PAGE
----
“When historians examine President Trump’s tax program, they will surely be struck by a large and momentous contradiction. Although the nation faces endless budget deficits – and although the president purports to speak about the future – his tax program does little or nothing to curb long-term deficits and, arguably, might make them worse.
“It is said that the tax gap of the Trump-Republican program – the net amount of the tax cut – is somewhere between zero (the administration’s position – the tax cut will pay for itself through stronger economic growth) and $1.5 trillion over a decade (the position of many economists who doubt much of a boost to economic growth).
“Wrong, on both counts. A more realistic estimate of the tax gap is somewhere between $7 trillion and $12 trillion, again over a decade.
“How do I get these fantastic figures? The answer is that I ignore Trump’s program altogether and simply deal with existing deficits, as estimated by the Congressional Budget Office (CBO). It’s not that I believe that Trump’s program will work as promised. I don’t. My real point is that, in many ways, it’s too small to matter.
“Even if it works, it won’t cure chronic deficits. And neither party is pretending it will. Both find it more convenient to argue over the plan’s distributional effects – are the rich and well-to-do unfairly favored? – than to close the gaping deficits.
“Here’s some basic arithmetic that reinforces my point. Although it’s a bit tricky stick with me.
“Our economy – the annual production of goods and services, or gross domestic product (GDP) – is now approaching $20 trillion. So every 1 percent of GDP is worth about $200 billion. In fiscal 2017, the deficit was 3.5 percent of GDP, or almost $700 billion. Over a decade, and assuming unrealistically that the deficit doesn’t rise, taxes would need to increase by $7 trillion in today’s dollars to balance the budget. But what if the deficit does rise? By the late 2030s, the CBO estimates that annual deficits will reach 6 percent of GDP, almost doubling from their present level. The increase mainly reflects the growing number of elderly drawing Social Security, Medicare and Medicaid, in addition to swelling interest payments on the existing debt. To balance the budget would require annual tax increases averaging $1.2 trillion, or $12 trillion over a decade, both in today’s dollars.
“Either way, the required tax increases would be enormous, ranging from about a fifth of today’s tax burden to about a third. If instead Congress tried to balance the budget by cutting spending, the reductions – including defense – would be huge....
“Plausible rates of economic growth aren’t fast enough to eliminate massive deficits, though they would help. The required growth to do more than Trump has already proposed is simply too high. The present and estimated-future deficits are so large that they can be reduced only through the politically painful process of raising taxes or cutting spending.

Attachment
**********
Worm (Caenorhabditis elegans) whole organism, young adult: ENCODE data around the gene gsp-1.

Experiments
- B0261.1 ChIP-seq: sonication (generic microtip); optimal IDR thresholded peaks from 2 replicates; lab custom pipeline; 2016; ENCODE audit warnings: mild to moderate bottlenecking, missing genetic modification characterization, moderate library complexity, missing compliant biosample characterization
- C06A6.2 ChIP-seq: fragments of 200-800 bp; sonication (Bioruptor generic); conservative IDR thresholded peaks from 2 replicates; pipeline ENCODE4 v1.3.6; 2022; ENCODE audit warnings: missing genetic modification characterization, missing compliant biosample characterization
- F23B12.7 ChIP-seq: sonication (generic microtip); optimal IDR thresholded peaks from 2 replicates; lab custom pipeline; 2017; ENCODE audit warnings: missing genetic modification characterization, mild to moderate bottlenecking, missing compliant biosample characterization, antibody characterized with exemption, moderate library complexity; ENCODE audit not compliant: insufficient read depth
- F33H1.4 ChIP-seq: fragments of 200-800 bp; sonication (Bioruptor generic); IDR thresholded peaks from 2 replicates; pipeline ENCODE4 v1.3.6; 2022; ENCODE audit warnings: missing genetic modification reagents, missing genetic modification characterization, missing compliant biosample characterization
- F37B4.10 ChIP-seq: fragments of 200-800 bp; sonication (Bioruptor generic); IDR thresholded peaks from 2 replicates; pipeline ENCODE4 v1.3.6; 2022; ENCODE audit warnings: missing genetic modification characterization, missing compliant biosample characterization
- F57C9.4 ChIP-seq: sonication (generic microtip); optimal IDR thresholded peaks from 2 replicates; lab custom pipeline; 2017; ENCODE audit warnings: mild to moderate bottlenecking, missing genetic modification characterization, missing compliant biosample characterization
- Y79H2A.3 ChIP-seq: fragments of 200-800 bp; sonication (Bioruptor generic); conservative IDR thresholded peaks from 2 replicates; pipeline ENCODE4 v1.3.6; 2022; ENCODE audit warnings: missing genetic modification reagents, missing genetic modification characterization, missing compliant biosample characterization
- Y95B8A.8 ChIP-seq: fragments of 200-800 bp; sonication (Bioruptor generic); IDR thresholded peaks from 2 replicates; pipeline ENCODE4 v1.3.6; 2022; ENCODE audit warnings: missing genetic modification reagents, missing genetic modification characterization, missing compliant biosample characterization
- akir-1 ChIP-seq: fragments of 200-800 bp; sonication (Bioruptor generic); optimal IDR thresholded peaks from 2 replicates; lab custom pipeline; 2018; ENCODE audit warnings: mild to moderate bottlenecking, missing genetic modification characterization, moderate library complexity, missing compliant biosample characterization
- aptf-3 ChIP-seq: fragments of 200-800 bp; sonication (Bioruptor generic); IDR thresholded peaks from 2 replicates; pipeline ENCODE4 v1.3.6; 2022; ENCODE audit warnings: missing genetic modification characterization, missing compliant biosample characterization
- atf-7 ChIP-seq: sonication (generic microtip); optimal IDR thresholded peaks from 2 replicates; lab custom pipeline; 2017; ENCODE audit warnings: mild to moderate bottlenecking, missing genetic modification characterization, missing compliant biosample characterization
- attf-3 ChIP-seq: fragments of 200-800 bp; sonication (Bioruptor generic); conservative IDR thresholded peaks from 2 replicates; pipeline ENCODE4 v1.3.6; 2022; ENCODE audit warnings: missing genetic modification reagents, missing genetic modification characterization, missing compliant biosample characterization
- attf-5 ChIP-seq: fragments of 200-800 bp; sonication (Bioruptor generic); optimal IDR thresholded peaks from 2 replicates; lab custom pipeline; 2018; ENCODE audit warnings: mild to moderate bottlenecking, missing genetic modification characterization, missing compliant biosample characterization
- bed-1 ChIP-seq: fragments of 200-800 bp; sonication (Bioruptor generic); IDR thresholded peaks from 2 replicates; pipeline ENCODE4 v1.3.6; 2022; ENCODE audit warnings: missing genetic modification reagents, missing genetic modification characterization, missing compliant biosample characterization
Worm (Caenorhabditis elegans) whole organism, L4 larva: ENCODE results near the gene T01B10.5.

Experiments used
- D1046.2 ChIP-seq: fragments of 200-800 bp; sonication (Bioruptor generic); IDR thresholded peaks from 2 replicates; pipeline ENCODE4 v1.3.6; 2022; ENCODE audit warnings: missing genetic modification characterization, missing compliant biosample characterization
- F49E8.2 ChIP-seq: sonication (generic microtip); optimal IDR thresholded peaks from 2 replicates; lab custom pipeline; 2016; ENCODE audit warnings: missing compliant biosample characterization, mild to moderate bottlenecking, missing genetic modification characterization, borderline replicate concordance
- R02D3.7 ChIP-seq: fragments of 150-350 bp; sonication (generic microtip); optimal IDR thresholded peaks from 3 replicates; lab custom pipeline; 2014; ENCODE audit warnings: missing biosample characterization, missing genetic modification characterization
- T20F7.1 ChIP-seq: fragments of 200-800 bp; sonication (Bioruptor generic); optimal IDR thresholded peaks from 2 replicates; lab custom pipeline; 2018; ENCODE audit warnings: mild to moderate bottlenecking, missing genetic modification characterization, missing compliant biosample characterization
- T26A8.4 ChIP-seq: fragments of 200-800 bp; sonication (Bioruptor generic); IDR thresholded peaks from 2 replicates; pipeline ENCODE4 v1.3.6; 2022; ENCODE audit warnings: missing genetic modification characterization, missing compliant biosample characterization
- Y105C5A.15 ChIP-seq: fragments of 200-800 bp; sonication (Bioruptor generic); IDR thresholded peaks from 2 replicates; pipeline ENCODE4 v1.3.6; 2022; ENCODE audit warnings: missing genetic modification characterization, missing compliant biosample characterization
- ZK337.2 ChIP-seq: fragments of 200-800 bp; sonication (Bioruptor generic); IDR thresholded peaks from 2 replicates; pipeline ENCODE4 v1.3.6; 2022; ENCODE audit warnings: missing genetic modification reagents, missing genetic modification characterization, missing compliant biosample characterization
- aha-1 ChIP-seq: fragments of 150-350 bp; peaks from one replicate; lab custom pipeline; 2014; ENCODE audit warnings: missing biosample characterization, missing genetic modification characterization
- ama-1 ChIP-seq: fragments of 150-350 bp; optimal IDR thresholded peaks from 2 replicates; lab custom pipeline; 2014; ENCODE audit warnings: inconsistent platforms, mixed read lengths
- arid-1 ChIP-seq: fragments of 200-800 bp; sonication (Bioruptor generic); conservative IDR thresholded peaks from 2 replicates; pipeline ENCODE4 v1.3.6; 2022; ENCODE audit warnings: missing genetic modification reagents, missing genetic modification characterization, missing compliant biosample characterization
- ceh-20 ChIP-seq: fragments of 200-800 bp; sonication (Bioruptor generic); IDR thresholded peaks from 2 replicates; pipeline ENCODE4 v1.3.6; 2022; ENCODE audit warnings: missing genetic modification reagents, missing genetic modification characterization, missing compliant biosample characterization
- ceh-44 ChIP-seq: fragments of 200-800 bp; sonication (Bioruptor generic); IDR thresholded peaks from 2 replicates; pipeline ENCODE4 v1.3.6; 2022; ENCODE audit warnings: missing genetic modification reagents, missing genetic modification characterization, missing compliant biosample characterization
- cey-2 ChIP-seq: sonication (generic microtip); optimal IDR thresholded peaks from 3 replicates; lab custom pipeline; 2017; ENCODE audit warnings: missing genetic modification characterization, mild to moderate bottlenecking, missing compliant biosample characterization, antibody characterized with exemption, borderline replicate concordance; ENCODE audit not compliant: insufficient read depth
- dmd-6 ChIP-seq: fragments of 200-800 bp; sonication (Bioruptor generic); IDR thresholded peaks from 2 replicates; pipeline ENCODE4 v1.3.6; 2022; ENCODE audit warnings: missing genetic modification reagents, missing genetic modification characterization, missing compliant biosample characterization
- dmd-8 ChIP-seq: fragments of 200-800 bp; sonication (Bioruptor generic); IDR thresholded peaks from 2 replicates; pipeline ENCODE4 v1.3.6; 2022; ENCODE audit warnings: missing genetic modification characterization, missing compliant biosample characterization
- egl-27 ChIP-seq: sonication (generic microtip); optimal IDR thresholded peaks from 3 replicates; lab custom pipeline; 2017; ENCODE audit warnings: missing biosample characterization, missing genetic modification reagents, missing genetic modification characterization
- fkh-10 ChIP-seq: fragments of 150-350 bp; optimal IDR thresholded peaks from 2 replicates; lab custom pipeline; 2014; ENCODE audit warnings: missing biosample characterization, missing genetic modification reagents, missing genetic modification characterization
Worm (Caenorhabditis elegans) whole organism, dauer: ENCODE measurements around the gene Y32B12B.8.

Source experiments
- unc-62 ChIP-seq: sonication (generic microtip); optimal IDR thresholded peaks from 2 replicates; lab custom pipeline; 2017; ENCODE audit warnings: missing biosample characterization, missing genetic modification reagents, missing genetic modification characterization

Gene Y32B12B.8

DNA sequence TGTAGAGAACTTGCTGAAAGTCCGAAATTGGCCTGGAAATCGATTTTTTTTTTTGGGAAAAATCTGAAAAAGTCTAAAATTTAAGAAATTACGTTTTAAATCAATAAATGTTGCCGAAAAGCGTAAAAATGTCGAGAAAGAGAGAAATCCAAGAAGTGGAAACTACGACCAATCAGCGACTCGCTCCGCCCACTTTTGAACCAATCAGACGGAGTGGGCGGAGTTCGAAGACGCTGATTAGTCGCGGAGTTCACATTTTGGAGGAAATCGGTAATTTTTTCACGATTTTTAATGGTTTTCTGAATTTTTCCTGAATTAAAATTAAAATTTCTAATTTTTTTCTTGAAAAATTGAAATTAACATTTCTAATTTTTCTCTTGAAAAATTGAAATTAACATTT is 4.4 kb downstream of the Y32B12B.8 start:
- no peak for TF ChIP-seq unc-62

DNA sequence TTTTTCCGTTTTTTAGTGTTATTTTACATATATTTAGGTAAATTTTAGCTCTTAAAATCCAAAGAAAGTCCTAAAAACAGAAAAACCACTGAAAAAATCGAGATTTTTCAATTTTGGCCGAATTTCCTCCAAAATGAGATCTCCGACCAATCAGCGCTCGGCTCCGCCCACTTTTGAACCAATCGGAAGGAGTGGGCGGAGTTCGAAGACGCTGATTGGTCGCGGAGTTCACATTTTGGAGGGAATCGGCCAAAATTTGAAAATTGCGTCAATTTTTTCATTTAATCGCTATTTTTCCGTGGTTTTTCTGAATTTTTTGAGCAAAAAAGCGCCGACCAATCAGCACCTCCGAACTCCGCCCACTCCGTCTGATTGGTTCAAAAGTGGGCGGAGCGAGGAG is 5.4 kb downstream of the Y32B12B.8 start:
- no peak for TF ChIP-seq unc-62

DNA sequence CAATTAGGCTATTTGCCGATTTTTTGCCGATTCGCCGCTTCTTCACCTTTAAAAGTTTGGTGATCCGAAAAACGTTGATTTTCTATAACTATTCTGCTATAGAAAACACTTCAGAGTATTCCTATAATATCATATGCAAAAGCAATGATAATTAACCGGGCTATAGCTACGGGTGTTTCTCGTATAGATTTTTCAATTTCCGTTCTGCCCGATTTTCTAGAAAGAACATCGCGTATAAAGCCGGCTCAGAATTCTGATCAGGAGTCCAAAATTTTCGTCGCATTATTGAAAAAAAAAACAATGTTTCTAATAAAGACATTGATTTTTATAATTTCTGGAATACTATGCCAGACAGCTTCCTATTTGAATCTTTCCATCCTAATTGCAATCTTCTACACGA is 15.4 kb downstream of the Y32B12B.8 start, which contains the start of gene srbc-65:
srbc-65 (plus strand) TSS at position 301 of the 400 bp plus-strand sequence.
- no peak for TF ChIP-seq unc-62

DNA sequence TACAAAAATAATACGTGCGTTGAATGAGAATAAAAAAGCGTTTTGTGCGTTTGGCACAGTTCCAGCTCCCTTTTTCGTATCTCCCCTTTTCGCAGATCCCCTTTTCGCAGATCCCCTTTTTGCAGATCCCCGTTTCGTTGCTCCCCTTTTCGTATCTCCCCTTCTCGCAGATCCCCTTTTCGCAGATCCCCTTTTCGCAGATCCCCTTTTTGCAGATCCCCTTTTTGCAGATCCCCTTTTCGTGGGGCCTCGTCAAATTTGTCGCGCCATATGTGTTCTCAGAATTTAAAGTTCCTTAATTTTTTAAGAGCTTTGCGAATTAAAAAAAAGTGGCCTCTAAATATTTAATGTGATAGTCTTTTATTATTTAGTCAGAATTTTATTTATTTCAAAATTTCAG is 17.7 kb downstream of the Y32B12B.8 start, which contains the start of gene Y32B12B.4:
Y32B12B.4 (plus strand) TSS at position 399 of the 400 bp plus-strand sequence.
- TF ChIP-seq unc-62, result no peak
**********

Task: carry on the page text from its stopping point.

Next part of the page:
“The presumption of politicians of both parties, despite some loud rhetoric to the contrary, is that large deficits and growing federal debt do not now pose a serious threat to the economy. It’s easier to defer major changes – to hope that something will come along to cope with the deficits – rather than wade into the quagmire of substantially higher taxes or lower spending.
“If this optimistic assumption about deficits – call it ‘benign neglect’ of deficits – turns out to be wrong, the U.S. economy faces a serious jolt somewhere in the future.
“What’s clear is that, regardless of the fate of Trump’s tax program, it’s not the be-all and end-all in economic policy that both friend and foe suppose it to be.”
Meanwhile, Republican lawmakers have to be a bit concerned at some of the polls on the tax package. A CBS News survey from last week found that 53 percent of people nationwide disapprove of the bill and only 35 percent approve. [52 percent of independents disapprove.]
Sen. Marco Rubio warned that the Republican Party cannot become identified with the “country-club-big business image.
Much more next week.
Roy Moore and Steve Bannon....
Takeaways from Alabama’s big election.
Democrat Doug Jones 49.9 percent
Republican Roy Moore 48.4
Alabama hadn’t elected a Democrat to the Senate in 25 years.
President Trump’s approval rating in an exit poll had him down to 48%, 48% disapproving, after he won the state with 62% in 2016. That is the single most worrisome figure of the ‘Bama vote for Republicans nationwide. If this is a trend for other states in the region that gave Trump 60%, like Georgia, Tennessee and West Virginia, that would spell trouble.
Whites went to Moore, 68-30.
Blacks went to Jones, 96-4.*
Republicans voted 91-8 for Moore.
Democrats voted 98-2 for Jones.
Independents went 51-43 for Jones.
Women 58-41 for Jones.
*Republicans need to take note of the potential trends going forward in the African-American vote. 98 percent of black women voters supported Jones. And the share of the black electorate, 30 percent, was higher than the share in 2008 and 2012, when Obama was on the ballot. Us elephants ignore this at our peril.
However, in terms of the mid-terms, of the 60-some House seats said to be in play, only three are apparently in majority-black districts.
But while prominent black politicians such as Rep. John Lewis (D-Ga.) and Sen. Cory Booker (D-NJ) campaigned for Moore, I believe former NBA / Auburn Univ. star Charles Barkley had a bigger impact with his blunt talk: